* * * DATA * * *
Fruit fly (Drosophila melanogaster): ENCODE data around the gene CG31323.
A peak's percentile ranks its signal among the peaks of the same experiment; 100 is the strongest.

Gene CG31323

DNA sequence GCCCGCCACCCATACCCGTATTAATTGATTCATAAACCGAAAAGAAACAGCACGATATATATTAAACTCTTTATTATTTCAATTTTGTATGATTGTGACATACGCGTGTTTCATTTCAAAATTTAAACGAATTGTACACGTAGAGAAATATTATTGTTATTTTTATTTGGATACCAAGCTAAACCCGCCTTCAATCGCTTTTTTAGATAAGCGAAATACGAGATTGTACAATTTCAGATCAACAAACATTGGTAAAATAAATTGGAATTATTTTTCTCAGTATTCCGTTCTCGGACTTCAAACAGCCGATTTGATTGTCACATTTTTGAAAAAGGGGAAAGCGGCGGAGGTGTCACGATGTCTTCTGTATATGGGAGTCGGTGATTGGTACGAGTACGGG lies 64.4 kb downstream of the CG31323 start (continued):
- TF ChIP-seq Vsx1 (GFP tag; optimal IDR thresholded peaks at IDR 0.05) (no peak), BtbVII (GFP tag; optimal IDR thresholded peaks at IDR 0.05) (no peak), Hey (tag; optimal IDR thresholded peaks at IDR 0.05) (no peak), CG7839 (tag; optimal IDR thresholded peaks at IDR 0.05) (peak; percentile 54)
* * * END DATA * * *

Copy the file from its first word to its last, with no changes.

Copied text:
Fruit fly (Drosophila melanogaster): ENCODE data around the gene CG31323.
A peak's percentile ranks its signal among the peaks of the same experiment; 100 is the strongest.

Gene CG31323

DNA sequence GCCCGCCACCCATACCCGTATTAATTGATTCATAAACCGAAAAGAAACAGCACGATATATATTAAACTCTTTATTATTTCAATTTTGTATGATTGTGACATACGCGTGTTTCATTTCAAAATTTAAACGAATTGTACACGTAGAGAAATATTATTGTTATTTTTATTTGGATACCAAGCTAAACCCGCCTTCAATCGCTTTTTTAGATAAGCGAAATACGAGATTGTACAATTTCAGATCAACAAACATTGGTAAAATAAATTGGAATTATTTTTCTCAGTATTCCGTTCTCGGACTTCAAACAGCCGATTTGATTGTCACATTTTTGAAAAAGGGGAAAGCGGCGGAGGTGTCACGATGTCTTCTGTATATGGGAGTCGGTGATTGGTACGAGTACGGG lies 64.4 kb downstream of the CG31323 start (continued):
- TF ChIP-seq Vsx1 (GFP tag; optimal IDR thresholded peaks at IDR 0.05) (no peak), BtbVII (GFP tag; optimal IDR thresholded peaks at IDR 0.05) (no peak), Hey (tag; optimal IDR thresholded peaks at IDR 0.05) (no peak), CG7839 (tag; optimal IDR thresholded peaks at IDR 0.05) (peak; percentile 54)